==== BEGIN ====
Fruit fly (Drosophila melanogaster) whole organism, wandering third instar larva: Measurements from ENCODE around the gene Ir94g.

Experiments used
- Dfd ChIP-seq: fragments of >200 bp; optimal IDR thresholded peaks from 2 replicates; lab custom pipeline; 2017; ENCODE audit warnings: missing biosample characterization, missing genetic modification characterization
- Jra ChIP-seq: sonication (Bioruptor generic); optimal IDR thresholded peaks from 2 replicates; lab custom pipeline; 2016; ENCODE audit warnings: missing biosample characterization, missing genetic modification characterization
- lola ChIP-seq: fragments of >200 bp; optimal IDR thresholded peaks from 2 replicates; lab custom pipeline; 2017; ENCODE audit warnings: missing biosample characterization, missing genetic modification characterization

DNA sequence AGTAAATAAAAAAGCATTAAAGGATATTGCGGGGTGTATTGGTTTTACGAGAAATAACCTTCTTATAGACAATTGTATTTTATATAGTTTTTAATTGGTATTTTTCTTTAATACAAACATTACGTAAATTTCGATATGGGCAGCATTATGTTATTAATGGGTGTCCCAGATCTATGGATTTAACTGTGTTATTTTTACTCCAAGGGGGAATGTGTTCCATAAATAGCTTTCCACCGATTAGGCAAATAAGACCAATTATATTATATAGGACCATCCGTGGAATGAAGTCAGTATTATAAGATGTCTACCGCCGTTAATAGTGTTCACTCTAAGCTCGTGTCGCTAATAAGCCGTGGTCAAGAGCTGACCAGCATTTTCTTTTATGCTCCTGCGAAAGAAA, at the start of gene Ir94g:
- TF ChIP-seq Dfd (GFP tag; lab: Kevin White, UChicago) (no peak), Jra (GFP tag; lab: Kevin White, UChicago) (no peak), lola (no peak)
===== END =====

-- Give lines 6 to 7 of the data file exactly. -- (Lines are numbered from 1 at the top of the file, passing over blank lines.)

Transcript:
DNA sequence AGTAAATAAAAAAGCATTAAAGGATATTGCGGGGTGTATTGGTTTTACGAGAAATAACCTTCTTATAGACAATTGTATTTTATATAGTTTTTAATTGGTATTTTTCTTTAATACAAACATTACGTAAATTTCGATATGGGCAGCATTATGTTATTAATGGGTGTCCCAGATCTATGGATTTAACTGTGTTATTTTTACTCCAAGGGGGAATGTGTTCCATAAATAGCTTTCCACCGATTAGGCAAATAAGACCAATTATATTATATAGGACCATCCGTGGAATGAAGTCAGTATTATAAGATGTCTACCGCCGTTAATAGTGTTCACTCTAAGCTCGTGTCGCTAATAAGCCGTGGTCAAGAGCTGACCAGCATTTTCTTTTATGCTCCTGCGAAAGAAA, at the start of gene Ir94g:
- TF ChIP-seq Dfd (GFP tag; lab: Kevin White, UChicago) (no peak), Jra (GFP tag; lab: Kevin White, UChicago) (no peak), lola (no peak)